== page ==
During February half term RISE Youth Dance invited Dublin Youth Dance Company to Bristol to partake in an intensive week of classes to create a collaborative piece to be shown at REACH. The piece explores boundaries and borders in relation to the immanent process of leaving the European Union. We interviewed Mariam Ribbon, the Artistic Director of Dublin Youth Dance Company to hear about her experience choreographing on this project.
1. Is this the first residential you’ve done with another company?
We have done a residential with a youth company in Sweden before however this is more exciting because we are going to perform with RISE Youth Dance in Bristol and then we have the privilege of performing this piece and Helen’s piece in Dublin this summer. This really feels like a fantastic collaboration and also for an extended period of time which is an amazing opportunity to see how other youth companies work.
2. Why is the meaning behind the piece so important to you?
Well I thought that I needed to find something that was important and affected both groups, so I thought a lot about what’s going on at the moment with Brexit. I have explored boundaries and borders especially myself being from Spain and moving to Ireland, therefore I realise that it’s a big thing when you move from one country to another. I feel that it’s great that young people want to travel, discover and have new experiences; so the fact that all of a sudden Brexit is happening and there’s a lot of confusion about whether Britain’s leaving with a soft or hard border. Especially because in my company there is so much cultural diversity that it felt right as the starting point for the piece.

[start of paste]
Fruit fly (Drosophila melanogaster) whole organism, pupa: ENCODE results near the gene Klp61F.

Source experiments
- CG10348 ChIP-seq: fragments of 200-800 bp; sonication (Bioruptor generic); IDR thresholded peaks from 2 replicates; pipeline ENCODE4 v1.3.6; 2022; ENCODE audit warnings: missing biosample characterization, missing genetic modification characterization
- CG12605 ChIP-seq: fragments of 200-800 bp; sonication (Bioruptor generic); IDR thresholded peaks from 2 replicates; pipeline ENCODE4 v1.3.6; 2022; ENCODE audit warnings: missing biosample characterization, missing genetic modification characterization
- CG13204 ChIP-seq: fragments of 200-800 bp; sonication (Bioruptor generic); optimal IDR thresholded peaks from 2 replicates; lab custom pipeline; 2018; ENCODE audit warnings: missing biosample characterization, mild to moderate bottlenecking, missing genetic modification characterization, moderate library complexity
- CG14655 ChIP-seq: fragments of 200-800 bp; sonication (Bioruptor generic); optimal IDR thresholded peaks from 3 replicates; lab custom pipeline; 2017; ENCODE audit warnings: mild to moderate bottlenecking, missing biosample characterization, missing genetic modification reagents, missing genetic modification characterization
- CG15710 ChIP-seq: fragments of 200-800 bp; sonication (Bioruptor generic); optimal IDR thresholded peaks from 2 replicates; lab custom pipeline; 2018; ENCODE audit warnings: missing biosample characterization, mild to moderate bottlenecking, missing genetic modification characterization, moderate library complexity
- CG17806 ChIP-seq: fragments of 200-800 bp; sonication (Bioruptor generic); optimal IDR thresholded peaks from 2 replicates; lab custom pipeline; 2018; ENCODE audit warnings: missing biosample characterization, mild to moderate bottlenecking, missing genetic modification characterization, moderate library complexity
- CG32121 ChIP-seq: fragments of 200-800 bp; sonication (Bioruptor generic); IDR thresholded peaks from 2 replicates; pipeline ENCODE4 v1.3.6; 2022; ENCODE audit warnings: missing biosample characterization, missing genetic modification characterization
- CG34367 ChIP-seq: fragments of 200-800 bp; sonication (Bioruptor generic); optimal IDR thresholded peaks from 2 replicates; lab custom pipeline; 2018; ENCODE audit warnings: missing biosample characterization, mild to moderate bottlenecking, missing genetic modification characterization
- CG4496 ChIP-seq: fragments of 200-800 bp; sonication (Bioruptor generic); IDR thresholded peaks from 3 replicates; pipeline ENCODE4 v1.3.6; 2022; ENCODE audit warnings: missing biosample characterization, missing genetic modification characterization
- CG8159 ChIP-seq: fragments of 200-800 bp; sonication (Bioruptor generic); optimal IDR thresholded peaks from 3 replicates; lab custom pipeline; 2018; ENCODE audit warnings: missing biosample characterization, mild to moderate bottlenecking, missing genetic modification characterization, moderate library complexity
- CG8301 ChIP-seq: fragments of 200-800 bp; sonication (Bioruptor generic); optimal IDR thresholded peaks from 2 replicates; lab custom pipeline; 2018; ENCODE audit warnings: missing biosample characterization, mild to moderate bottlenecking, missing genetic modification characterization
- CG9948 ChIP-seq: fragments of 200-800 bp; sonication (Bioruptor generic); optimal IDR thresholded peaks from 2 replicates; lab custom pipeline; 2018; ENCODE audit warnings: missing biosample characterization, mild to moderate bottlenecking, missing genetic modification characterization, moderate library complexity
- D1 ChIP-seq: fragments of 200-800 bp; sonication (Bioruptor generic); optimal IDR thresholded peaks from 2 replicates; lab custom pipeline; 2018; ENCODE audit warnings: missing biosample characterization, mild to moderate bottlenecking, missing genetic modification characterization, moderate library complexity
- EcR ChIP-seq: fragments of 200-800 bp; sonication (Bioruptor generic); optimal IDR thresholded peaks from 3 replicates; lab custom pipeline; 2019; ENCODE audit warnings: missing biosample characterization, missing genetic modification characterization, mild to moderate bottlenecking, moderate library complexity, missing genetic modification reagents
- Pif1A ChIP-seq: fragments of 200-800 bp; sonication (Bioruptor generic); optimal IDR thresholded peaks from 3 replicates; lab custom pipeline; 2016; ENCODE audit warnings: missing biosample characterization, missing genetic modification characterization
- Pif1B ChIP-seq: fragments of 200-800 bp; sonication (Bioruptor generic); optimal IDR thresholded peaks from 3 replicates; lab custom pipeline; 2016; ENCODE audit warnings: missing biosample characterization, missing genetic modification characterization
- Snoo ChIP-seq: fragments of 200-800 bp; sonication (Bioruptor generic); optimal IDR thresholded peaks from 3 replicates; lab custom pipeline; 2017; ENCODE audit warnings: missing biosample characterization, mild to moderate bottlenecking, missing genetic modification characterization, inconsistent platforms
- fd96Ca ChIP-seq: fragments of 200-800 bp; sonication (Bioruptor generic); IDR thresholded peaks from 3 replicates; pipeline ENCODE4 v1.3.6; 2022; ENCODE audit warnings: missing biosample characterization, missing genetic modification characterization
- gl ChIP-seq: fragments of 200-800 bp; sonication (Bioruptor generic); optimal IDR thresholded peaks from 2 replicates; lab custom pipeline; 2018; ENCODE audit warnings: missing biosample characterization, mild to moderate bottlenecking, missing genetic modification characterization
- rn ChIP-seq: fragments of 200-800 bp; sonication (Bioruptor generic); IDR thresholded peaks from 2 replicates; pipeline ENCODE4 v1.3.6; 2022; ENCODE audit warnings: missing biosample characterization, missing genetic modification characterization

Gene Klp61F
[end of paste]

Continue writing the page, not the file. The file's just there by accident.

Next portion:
3. How can the future outcome of Brexit be interpreted through this piece?
I think this piece has a nice ending in the sense that it is hopeful and in the end we get rid of the boundaries between the couple. It shows that although there’s always a chance that boundaries can cause a break up between families and friends, it can also lead to new possibilities. In this sense the piece can be seen as optimistic, although the interpretation really depends on the audience member.